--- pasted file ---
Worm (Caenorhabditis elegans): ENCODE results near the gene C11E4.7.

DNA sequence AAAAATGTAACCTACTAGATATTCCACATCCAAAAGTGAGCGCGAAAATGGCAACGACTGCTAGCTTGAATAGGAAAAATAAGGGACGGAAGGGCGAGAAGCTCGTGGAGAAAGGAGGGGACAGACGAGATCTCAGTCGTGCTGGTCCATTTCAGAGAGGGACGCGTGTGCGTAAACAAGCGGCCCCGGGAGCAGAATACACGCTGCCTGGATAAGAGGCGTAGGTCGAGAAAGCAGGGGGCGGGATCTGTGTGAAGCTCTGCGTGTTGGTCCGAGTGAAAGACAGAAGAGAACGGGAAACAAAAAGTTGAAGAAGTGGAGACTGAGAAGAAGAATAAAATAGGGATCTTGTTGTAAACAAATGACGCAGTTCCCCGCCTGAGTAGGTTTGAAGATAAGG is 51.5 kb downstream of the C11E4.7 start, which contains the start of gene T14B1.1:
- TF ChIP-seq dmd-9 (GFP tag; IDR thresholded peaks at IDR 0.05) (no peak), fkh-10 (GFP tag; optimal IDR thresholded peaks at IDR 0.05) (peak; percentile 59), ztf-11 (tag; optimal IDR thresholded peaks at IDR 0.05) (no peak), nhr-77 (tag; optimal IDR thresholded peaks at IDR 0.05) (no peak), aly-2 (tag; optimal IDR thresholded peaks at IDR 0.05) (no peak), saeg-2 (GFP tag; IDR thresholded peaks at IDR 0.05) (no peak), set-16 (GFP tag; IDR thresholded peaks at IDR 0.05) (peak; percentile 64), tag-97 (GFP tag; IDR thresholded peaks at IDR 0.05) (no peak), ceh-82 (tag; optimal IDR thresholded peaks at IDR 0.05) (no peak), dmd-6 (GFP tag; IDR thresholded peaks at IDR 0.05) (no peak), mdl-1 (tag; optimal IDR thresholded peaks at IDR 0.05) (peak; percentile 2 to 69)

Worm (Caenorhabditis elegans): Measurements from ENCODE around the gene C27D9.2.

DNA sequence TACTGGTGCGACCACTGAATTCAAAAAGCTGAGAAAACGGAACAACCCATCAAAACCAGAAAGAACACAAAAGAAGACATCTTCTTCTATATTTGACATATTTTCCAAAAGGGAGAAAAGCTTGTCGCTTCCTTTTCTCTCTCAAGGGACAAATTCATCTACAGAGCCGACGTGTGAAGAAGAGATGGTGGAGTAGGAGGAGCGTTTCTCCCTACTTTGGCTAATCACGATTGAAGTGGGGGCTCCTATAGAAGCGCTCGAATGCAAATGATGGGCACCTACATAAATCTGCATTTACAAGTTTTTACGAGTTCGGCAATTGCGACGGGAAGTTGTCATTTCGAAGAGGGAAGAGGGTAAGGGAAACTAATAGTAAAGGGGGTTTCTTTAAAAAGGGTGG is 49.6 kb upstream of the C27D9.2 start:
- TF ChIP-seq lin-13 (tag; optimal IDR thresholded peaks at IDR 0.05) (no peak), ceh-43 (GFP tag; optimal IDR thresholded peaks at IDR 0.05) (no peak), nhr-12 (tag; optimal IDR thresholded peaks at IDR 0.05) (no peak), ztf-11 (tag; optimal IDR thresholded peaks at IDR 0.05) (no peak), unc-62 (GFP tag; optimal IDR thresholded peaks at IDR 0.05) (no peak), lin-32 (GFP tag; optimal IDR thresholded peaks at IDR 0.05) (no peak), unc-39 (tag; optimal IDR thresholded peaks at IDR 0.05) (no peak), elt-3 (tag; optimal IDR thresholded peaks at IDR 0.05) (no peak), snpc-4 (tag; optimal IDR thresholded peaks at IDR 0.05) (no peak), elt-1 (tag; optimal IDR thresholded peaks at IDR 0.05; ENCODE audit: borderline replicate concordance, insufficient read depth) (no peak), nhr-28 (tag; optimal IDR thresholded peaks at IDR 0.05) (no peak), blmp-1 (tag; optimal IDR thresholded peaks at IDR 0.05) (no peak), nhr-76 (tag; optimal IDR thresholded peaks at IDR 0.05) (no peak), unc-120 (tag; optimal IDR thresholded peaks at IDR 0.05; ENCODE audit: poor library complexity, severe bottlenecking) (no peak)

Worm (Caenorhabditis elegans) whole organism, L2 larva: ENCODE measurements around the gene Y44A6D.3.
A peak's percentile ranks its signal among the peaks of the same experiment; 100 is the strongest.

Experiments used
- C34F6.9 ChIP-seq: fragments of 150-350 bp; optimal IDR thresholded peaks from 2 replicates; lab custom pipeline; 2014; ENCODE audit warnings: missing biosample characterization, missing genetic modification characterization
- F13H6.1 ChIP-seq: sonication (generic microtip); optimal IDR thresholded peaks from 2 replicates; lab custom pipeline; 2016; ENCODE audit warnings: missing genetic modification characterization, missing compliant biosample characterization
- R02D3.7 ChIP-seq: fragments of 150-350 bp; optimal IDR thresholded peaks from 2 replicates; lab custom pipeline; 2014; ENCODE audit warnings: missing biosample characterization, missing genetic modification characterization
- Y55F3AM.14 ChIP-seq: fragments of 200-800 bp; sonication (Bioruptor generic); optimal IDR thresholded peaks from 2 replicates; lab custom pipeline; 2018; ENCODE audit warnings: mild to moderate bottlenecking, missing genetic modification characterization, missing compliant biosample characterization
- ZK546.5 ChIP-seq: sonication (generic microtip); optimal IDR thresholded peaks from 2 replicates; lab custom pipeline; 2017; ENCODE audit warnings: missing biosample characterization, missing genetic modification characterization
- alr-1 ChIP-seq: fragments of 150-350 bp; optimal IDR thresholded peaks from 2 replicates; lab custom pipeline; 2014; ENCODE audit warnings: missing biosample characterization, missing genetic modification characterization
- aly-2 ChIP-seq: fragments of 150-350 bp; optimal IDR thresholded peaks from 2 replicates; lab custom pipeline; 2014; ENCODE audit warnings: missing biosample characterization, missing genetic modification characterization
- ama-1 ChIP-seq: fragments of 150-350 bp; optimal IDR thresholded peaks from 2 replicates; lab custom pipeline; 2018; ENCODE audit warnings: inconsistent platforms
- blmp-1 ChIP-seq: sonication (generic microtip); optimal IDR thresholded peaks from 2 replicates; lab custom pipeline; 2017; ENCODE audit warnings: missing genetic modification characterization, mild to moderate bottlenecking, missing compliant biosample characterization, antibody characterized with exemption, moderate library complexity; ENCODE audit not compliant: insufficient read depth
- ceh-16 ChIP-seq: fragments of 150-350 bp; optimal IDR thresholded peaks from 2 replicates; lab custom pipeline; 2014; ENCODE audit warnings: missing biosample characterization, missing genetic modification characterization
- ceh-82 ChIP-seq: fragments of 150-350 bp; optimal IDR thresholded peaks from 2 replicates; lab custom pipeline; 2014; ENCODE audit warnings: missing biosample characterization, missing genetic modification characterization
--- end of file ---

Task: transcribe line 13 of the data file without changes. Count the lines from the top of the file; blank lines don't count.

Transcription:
- Y55F3AM.14 ChIP-seq: fragments of 200-800 bp; sonication (Bioruptor generic); optimal IDR thresholded peaks from 2 replicates; lab custom pipeline; 2018; ENCODE audit warnings: mild to moderate bottlenecking, missing genetic modification characterization, missing compliant biosample characterization